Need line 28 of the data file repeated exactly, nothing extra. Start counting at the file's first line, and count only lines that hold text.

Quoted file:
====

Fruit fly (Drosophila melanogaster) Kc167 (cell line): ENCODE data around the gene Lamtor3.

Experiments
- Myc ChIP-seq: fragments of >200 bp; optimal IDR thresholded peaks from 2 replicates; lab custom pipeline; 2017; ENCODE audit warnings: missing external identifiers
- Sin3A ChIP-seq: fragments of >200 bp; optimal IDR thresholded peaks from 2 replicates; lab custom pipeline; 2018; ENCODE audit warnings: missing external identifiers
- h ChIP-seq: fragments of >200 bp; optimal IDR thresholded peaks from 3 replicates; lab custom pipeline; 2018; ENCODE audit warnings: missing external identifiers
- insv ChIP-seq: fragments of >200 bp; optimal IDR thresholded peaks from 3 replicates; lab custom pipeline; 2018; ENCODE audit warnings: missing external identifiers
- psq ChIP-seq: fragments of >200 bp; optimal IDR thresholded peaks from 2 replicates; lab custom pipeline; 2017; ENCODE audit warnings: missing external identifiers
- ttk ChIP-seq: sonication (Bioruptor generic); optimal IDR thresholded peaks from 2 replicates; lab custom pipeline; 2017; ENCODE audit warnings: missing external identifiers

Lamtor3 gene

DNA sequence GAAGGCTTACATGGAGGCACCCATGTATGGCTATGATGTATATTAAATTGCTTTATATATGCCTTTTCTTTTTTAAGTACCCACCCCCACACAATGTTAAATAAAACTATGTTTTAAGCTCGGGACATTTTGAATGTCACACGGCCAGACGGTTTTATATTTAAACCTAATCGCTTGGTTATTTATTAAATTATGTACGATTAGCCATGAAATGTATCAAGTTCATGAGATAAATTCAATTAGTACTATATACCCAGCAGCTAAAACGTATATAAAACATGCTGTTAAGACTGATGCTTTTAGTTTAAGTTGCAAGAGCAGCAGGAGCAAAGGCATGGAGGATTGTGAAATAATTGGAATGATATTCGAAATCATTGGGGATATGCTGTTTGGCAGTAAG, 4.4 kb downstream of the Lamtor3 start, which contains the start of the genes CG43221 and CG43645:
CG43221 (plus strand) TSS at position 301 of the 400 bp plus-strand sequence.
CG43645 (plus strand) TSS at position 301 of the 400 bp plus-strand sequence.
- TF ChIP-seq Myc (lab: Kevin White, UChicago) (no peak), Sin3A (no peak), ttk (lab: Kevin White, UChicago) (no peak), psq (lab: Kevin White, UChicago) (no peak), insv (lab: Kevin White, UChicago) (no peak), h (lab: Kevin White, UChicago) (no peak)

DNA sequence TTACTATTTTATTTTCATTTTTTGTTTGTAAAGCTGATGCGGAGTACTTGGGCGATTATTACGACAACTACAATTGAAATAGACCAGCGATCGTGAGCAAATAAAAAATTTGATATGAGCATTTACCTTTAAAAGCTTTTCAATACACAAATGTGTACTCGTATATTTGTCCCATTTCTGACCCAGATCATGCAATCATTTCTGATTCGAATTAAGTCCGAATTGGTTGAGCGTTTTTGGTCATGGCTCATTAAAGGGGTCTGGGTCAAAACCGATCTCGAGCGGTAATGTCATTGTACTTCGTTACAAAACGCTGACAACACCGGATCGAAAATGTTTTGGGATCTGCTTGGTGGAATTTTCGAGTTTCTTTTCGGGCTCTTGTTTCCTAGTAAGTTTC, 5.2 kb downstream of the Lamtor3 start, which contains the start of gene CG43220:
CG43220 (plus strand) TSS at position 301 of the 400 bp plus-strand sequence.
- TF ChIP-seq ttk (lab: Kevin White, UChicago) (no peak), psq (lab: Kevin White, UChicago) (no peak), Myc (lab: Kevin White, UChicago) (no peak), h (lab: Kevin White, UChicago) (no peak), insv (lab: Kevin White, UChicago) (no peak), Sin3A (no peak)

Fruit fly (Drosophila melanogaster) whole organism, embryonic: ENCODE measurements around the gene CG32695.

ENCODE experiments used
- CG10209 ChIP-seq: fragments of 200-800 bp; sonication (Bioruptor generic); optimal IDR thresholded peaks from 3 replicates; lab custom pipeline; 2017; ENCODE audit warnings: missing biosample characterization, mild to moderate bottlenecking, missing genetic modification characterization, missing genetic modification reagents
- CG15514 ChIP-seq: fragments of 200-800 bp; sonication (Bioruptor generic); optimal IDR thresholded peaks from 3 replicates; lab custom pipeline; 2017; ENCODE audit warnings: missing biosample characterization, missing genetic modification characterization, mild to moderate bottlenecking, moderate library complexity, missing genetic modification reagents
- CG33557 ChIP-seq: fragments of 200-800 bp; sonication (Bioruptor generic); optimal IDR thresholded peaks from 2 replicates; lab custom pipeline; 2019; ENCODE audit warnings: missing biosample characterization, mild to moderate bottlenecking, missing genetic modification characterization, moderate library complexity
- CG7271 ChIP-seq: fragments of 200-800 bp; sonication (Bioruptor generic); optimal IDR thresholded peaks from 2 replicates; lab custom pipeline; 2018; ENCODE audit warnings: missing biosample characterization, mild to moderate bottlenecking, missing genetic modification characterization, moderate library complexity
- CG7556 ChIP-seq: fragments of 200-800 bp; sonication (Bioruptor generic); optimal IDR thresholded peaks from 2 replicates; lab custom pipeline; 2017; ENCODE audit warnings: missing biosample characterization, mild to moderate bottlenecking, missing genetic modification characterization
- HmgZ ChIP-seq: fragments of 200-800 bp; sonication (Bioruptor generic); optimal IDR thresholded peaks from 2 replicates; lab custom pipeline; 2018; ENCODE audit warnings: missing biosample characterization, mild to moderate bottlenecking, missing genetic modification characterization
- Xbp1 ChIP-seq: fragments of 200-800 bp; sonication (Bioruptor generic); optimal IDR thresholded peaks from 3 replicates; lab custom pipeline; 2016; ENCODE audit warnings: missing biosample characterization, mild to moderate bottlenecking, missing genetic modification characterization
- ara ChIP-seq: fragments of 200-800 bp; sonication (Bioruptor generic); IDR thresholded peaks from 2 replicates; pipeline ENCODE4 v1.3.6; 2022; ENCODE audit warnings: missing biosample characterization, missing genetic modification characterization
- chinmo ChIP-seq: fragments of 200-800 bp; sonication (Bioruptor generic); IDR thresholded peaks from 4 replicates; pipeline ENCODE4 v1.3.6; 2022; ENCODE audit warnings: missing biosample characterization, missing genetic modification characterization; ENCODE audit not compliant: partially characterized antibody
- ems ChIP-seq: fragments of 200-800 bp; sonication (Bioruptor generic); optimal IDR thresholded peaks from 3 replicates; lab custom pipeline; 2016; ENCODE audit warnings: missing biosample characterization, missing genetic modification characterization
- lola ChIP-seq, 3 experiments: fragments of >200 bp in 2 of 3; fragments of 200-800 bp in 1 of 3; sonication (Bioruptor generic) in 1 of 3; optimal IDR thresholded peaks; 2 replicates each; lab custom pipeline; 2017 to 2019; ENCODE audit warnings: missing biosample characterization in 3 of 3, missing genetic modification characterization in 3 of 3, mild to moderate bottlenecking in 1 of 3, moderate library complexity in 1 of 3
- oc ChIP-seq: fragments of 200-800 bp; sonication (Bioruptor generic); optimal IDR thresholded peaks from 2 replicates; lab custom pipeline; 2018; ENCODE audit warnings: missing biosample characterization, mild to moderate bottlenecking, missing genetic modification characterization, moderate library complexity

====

- ems ChIP-seq: fragments of 200-800 bp; sonication (Bioruptor generic); optimal IDR thresholded peaks from 3 replicates; lab custom pipeline; 2016; ENCODE audit warnings: missing biosample characterization, missing genetic modification characterization